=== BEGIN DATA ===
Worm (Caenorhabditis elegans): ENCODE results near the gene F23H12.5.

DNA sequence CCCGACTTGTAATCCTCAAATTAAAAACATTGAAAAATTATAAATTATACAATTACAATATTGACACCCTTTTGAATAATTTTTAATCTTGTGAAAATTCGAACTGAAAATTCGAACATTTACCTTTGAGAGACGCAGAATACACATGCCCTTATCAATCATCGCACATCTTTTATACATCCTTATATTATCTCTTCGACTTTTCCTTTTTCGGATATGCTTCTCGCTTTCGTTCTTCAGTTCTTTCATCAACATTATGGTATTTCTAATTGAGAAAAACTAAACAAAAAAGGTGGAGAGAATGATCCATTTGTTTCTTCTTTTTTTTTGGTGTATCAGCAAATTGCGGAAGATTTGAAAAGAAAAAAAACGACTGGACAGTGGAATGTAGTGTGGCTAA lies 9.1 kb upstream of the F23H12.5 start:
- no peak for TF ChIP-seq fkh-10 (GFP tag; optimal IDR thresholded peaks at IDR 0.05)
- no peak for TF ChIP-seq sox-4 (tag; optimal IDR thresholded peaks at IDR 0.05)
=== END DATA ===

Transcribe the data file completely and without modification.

Worm (Caenorhabditis elegans): ENCODE results near the gene F23H12.5.

DNA sequence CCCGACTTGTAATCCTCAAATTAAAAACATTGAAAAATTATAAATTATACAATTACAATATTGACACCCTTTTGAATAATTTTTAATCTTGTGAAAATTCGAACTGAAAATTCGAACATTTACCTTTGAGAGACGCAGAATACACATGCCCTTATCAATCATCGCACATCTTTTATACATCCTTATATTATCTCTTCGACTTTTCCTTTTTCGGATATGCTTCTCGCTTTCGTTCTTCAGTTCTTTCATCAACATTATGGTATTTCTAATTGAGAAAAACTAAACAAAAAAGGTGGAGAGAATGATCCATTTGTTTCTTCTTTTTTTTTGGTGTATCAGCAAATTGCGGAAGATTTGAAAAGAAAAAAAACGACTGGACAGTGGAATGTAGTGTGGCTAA lies 9.1 kb upstream of the F23H12.5 start:
- no peak for TF ChIP-seq fkh-10 (GFP tag; optimal IDR thresholded peaks at IDR 0.05)
- no peak for TF ChIP-seq sox-4 (tag; optimal IDR thresholded peaks at IDR 0.05)